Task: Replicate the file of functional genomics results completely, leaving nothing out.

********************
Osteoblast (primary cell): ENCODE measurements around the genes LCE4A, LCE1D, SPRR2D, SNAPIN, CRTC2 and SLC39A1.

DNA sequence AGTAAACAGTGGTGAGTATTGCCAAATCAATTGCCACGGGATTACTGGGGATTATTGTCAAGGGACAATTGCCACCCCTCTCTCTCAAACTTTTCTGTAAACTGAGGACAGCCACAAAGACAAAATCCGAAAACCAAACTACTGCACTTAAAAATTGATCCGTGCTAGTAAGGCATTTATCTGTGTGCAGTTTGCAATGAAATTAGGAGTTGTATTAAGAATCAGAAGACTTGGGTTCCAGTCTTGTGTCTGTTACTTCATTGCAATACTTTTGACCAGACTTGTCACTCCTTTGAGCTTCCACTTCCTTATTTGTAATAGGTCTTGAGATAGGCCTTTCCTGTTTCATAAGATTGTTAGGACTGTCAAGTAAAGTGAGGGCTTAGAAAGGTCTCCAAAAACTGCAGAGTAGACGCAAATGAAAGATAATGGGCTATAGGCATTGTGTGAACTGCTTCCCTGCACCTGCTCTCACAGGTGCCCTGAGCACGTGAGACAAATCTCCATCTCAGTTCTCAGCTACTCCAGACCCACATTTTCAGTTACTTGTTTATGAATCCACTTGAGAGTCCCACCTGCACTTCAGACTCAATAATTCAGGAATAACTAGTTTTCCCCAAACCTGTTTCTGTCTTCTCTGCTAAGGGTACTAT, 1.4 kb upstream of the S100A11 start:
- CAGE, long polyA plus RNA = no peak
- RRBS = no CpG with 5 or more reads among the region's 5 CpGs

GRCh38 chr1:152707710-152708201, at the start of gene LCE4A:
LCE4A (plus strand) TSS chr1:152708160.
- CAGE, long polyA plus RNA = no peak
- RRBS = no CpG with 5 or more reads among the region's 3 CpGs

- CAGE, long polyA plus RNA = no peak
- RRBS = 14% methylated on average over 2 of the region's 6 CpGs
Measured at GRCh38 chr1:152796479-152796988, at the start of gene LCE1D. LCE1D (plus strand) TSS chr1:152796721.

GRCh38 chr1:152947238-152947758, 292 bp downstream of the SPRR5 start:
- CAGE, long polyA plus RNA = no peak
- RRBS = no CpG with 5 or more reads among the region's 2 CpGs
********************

Osteoblast (primary cell): ENCODE measurements around the genes LCE4A, LCE1D, SPRR2D, SNAPIN, CRTC2 and SLC39A1.

DNA sequence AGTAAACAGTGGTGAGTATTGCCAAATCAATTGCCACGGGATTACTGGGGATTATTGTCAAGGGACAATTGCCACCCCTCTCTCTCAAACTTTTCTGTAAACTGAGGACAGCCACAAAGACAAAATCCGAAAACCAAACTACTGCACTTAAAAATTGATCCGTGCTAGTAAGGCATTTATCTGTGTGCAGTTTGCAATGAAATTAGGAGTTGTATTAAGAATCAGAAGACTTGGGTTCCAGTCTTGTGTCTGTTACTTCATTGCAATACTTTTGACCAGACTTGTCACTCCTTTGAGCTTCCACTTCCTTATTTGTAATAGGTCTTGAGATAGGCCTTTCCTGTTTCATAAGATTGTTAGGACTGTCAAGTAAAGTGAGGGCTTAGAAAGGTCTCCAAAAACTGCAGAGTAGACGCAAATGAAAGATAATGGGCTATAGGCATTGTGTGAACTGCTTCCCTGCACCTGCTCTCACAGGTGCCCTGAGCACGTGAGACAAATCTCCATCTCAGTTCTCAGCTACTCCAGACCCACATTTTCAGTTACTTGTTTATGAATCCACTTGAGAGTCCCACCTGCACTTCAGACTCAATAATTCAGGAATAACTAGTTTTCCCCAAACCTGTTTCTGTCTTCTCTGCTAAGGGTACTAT, 1.4 kb upstream of the S100A11 start:
- CAGE, long polyA plus RNA = no peak
- RRBS = no CpG with 5 or more reads among the region's 5 CpGs

GRCh38 chr1:152707710-152708201, at the start of gene LCE4A:
LCE4A (plus strand) TSS chr1:152708160.
- CAGE, long polyA plus RNA = no peak
- RRBS = no CpG with 5 or more reads among the region's 3 CpGs

- CAGE, long polyA plus RNA = no peak
- RRBS = 14% methylated on average over 2 of the region's 6 CpGs
Measured at GRCh38 chr1:152796479-152796988, at the start of gene LCE1D. LCE1D (plus strand) TSS chr1:152796721.

GRCh38 chr1:152947238-152947758, 292 bp downstream of the SPRR5 start:
- CAGE, long polyA plus RNA = no peak
- RRBS = no CpG with 5 or more reads among the region's 2 CpGs